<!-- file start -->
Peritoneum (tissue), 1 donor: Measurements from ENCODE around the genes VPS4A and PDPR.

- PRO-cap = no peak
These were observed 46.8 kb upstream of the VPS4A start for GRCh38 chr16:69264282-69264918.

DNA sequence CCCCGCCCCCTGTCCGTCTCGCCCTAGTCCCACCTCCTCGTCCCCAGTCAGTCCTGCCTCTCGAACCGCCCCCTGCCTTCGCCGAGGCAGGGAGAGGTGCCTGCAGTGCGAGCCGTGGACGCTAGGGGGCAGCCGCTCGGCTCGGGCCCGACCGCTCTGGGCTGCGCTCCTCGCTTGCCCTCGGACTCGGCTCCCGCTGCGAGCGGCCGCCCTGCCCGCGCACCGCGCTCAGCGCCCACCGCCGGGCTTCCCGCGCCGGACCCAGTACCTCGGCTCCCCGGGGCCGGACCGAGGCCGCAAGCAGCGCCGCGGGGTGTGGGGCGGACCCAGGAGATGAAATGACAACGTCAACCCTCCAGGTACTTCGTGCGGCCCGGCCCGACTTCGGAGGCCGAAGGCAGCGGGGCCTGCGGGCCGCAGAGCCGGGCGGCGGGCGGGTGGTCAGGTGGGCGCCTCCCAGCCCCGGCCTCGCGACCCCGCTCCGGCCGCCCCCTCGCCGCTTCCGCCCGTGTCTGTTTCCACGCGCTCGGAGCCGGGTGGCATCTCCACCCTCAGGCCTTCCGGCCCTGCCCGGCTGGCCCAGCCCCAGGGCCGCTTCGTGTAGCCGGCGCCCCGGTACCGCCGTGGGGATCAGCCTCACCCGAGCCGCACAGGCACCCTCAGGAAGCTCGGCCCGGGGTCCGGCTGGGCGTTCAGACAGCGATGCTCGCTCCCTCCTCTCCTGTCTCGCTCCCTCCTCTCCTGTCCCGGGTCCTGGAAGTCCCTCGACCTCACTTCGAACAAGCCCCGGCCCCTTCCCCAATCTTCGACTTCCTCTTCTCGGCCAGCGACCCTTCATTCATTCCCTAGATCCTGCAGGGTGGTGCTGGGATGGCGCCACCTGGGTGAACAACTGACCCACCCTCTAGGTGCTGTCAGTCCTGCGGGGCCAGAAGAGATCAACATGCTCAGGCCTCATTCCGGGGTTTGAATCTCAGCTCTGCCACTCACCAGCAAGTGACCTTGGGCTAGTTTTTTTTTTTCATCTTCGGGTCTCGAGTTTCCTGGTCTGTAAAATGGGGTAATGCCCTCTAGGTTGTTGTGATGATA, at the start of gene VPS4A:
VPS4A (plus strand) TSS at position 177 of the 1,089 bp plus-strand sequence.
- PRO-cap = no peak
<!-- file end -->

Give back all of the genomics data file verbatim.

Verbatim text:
Peritoneum (tissue), 1 donor: Measurements from ENCODE around the genes VPS4A and PDPR.

- PRO-cap = no peak
These were observed 46.8 kb upstream of the VPS4A start for GRCh38 chr16:69264282-69264918.

DNA sequence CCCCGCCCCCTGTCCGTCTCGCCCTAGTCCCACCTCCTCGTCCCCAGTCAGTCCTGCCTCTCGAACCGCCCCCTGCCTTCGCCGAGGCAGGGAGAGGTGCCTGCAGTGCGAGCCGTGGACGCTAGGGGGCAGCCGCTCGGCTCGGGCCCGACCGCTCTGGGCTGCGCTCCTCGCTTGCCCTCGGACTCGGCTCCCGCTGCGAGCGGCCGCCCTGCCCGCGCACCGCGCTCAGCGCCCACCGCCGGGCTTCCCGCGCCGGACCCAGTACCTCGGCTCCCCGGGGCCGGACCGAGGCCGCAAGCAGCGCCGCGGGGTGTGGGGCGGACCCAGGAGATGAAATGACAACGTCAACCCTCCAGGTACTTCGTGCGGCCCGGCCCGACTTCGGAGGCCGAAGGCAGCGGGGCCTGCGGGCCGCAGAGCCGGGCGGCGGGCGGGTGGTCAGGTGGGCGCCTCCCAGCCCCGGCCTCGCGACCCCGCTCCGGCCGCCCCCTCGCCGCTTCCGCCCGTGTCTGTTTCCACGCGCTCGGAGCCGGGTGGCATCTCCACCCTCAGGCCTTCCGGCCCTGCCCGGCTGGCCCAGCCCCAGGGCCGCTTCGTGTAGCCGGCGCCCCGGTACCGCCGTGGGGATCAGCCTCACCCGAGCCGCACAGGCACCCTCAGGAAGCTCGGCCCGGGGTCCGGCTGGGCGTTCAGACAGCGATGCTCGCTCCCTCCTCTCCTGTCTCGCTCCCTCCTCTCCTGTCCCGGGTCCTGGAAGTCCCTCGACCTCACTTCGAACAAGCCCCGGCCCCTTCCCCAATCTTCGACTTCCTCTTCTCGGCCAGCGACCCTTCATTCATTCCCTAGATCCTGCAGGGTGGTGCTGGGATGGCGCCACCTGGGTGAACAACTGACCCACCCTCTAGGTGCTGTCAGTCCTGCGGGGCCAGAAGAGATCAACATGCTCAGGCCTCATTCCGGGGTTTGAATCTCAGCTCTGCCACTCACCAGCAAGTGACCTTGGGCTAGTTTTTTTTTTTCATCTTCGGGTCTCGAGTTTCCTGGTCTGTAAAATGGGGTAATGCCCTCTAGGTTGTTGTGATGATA, at the start of gene VPS4A:
VPS4A (plus strand) TSS at position 177 of the 1,089 bp plus-strand sequence.
- PRO-cap = no peak